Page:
TitleLocating Korean American adoptees
NamePark, Jane J. (author), Schein, Louisa (chair), Hodgson, Dorothy (internal member), Guarnaccia, Peter (internal member), Kim, Eleana (outside member), Rutgers University, Graduate School - New Brunswick,
Korean Americans--Ethnic identity
DescriptionBased on multi-site ethnographic methods and in-depth interviews, my dissertation explores identities and subjectivities of Korean American adoptees. Korean adoptee experiences of racial discrimination and the stigma of adoptee status enable their out-of-place subjectivity, indicating that a common identity can be constructed over the life course out of everyday mundane interactions. Drawing on methodology of Willis’ “ethnographic imagination” (2000), I examine mundane social interactions as ethnographic moments that engender and sustain out-of-place subjectivity. As Korean adoptees mature, shared experiences of being alienated and stigmatized intensify the affect that they feel toward each other. The affective identification that they feel provides the bases upon which they can build a lasting bond, an emotional kinship. This creation of bond is aided by spaces centered on adoptees, such as culture camps, adoptee gatherings, and heritage tours, where Korean adoptees meet and interact. I further analyze the sociocultural factors that give force to the adoptee bond, drawing on the concepts of “racial melancholia” (Eng and Han, 2000) and “haunting” (Gordon, 1997) to comprehend this unique emotional bond among Korean adoptees. In contrast to the iconic representations of Korean adoptees/Korean Americans in media as perpetual foreigners, Korean adoptees’ “stories” illustrate that they are just as much a product of varied American cultural milieus as anyone. As such, generational differences are found among Korean adoptees of varying age cohorts, deriving from historically different cultural discourses and practices, as well as changing sociocultural contexts in which international adoptions have taken place. By listening to adoptees from various life stages conceptualize their adoptee status and identity, this dissertation underscores the fact that adoptee identity is a product of complex process, emerging over the life course rather than a static category.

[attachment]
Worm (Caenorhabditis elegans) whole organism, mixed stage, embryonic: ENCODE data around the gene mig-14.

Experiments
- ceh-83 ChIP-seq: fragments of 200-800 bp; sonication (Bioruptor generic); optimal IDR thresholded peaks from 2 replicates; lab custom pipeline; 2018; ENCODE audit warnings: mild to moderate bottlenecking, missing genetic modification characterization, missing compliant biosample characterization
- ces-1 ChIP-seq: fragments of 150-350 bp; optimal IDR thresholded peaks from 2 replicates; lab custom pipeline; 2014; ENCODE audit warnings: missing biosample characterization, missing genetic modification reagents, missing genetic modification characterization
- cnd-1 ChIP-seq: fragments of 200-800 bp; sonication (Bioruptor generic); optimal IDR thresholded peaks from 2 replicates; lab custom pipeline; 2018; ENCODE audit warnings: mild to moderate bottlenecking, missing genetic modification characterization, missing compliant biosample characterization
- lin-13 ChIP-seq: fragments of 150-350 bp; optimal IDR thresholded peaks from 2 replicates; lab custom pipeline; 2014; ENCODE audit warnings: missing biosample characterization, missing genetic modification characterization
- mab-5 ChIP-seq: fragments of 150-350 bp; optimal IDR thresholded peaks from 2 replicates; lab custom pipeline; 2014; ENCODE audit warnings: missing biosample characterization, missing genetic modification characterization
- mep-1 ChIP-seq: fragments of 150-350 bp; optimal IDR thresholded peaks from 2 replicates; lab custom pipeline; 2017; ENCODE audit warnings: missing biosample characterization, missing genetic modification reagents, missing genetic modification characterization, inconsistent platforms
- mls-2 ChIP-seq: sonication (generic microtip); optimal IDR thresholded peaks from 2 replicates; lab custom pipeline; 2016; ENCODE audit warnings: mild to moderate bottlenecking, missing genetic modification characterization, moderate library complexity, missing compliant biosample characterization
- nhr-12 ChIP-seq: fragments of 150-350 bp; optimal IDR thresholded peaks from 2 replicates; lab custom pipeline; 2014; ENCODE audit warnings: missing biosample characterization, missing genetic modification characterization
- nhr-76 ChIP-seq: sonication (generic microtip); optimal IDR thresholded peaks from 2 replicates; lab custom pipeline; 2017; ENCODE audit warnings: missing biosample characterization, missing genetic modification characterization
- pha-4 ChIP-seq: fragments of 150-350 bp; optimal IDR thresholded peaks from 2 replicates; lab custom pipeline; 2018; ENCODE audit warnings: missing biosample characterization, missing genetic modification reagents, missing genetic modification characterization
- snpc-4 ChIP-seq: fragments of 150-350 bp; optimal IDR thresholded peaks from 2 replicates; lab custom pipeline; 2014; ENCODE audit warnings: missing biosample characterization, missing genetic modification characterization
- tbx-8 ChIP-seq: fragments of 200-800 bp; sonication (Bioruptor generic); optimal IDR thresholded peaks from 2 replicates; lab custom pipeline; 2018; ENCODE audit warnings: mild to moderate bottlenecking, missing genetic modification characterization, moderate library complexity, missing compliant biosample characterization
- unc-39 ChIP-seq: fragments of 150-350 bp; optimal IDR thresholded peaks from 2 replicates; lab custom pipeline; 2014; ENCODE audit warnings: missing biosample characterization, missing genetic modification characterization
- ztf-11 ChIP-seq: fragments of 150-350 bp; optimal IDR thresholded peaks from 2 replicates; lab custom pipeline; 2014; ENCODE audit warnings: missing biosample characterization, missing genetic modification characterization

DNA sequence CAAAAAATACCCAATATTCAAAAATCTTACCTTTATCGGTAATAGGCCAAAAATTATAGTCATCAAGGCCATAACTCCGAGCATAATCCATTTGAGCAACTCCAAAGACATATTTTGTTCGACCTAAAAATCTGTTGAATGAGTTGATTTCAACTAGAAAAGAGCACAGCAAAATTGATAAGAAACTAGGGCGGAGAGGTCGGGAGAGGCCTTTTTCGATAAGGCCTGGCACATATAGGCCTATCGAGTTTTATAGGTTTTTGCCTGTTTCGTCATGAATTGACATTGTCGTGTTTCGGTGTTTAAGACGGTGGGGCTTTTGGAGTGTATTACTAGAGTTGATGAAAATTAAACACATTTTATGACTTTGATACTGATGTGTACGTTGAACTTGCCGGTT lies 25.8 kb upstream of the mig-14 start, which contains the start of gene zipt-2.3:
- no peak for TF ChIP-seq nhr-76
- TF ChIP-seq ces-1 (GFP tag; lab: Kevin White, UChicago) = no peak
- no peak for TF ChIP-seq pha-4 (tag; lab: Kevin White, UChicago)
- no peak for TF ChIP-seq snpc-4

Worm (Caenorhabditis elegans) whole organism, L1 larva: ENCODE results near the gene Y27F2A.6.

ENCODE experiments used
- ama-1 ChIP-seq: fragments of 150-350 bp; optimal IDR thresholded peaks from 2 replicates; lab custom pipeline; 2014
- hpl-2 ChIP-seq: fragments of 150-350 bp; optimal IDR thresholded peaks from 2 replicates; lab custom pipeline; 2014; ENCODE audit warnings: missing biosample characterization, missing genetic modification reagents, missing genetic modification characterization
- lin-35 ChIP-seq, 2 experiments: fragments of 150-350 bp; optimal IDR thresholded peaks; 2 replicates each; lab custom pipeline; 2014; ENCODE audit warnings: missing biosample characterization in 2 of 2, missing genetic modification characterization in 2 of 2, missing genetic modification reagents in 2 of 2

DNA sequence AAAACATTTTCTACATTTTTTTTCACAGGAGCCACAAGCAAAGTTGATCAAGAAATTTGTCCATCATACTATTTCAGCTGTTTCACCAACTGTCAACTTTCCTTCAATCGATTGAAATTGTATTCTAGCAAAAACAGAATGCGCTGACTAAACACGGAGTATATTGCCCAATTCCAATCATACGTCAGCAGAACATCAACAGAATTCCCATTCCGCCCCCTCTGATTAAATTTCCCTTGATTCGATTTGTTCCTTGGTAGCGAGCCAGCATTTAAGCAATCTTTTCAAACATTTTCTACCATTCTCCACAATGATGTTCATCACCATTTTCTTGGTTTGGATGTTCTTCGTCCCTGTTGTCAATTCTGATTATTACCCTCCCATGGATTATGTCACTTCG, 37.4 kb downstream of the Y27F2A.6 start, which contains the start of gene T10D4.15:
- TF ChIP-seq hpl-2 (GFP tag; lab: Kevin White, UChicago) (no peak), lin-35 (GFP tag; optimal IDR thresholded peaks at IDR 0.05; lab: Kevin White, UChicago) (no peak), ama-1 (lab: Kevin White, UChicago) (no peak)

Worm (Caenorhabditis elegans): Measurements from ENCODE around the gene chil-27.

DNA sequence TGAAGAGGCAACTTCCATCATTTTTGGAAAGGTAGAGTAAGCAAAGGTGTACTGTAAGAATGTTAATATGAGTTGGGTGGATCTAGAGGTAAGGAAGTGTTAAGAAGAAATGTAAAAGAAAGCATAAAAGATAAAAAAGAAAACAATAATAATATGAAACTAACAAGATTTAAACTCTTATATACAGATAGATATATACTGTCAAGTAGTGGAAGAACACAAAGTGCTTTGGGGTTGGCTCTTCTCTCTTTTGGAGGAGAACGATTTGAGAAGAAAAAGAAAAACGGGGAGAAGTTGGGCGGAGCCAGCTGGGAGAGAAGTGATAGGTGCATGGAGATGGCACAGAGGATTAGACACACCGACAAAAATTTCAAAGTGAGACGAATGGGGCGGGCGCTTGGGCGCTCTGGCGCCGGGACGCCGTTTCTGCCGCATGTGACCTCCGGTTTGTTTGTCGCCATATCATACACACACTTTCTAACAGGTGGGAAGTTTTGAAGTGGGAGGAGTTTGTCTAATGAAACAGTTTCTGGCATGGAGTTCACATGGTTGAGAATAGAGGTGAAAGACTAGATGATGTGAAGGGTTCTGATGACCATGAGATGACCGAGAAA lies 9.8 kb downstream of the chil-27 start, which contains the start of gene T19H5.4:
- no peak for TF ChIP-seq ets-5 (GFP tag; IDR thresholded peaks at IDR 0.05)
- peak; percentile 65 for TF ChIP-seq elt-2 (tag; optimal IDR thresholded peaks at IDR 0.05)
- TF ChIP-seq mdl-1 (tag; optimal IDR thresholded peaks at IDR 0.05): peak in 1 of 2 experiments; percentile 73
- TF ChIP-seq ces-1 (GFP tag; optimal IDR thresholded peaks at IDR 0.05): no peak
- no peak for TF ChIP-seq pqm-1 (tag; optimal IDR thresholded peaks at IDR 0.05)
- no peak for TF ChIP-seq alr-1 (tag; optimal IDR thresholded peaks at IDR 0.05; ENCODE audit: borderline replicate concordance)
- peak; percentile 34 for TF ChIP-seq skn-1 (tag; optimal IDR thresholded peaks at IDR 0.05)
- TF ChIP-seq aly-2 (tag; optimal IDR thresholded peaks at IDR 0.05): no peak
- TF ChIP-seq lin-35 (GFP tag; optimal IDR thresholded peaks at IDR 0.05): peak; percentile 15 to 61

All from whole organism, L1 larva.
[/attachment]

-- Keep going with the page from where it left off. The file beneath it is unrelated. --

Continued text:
NoteIncludes bibliographical references
Noteby Jane J. Park
CollectionGraduate School - New Brunswick Electronic Theses and Dissertations
Organization NameRutgers, The State University of New Jersey
RightsThe author owns the copyright to this work.